Which is more motivating, a financial incentive or a tangible one? Over at Predictably Irrational, Dan Ariely points to an experiment by Goodyear tires to find the answer. The company divided its sales team into two groups, giving one financial incentives and the other tangible incentives of equal value. I’ll let Ariely (at least I assume it’s Ariely writing) take it from here:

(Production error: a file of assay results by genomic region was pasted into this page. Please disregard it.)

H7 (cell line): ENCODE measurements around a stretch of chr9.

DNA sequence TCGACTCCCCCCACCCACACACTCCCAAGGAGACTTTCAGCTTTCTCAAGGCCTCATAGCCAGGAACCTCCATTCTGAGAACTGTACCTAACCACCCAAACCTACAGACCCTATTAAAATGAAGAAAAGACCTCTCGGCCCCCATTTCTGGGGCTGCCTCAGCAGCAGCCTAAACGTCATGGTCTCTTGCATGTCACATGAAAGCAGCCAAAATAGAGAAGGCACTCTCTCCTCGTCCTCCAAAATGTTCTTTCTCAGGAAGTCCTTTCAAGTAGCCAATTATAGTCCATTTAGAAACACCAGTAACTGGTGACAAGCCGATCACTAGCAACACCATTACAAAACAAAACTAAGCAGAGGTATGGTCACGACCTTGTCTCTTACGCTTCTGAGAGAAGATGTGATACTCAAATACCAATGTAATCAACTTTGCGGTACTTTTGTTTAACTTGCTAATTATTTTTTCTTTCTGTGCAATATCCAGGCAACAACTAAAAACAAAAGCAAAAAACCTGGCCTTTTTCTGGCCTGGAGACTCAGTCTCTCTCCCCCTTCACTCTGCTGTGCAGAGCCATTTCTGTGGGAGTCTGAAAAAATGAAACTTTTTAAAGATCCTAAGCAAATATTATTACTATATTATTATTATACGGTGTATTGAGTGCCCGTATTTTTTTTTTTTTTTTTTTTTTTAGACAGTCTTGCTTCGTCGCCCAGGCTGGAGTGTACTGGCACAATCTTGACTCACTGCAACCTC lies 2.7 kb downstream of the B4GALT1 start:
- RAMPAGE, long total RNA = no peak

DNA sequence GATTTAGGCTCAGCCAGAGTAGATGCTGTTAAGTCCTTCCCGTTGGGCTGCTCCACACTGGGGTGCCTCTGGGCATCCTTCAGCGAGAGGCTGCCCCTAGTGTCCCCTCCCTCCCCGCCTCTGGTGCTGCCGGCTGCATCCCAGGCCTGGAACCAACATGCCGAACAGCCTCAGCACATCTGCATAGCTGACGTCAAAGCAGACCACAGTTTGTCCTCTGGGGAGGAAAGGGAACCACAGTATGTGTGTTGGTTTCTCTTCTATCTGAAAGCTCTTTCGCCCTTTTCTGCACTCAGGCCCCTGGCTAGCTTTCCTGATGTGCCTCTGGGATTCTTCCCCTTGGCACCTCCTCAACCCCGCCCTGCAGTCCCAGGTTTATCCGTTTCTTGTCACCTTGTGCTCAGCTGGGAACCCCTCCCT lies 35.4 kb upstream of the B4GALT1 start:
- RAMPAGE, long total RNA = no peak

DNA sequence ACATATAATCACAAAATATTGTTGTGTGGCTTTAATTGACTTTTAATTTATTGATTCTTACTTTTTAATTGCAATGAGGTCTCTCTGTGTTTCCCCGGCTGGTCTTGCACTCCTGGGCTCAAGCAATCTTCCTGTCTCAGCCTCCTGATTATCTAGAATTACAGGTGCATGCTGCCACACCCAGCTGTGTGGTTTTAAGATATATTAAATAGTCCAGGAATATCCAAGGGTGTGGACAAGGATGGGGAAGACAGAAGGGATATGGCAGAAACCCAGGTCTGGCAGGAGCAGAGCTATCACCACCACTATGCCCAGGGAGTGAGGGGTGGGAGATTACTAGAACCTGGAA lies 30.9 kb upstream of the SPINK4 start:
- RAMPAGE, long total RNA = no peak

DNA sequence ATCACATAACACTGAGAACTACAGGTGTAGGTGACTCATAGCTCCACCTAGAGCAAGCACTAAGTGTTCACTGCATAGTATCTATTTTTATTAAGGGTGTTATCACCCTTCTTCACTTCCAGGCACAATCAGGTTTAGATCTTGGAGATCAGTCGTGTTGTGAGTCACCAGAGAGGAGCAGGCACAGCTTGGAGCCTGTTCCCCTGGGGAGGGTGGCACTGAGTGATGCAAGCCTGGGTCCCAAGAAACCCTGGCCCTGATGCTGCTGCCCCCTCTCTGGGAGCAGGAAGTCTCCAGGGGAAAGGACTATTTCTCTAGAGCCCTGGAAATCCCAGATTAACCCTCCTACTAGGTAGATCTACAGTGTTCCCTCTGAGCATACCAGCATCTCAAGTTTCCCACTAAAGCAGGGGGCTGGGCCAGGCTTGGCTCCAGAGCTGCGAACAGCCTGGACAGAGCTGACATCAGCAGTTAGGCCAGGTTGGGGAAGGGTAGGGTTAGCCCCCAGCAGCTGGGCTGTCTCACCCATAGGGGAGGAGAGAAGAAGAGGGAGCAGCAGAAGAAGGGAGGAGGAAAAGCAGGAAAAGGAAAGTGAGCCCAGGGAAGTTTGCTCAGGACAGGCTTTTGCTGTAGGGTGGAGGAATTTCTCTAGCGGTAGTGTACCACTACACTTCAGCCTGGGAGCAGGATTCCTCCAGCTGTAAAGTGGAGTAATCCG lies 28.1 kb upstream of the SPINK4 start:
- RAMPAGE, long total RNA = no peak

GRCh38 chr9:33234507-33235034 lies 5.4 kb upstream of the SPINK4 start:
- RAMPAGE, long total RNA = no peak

The results were very interesting; it turned out that the tangible-reward group increased sales by 46% more than the monetary-reward group. They also improved in terms of the mix of products sold by 37%. One explanation, and it seems to me a fairly good one, is that we can visualize tangible rewards (imagine yourself on a Hawaiian beach), which creates an emotional response. Money, on the other hand, is not accompanied by images as often (aside from maybe Scrooge McDuck swimming in piles of it), and lacks the emotional pull that tangible rewards have, so they’re less effective in motivating employees. I guess it’s called “cold, hard cash” rather than “future beach vacation cash” for a reason.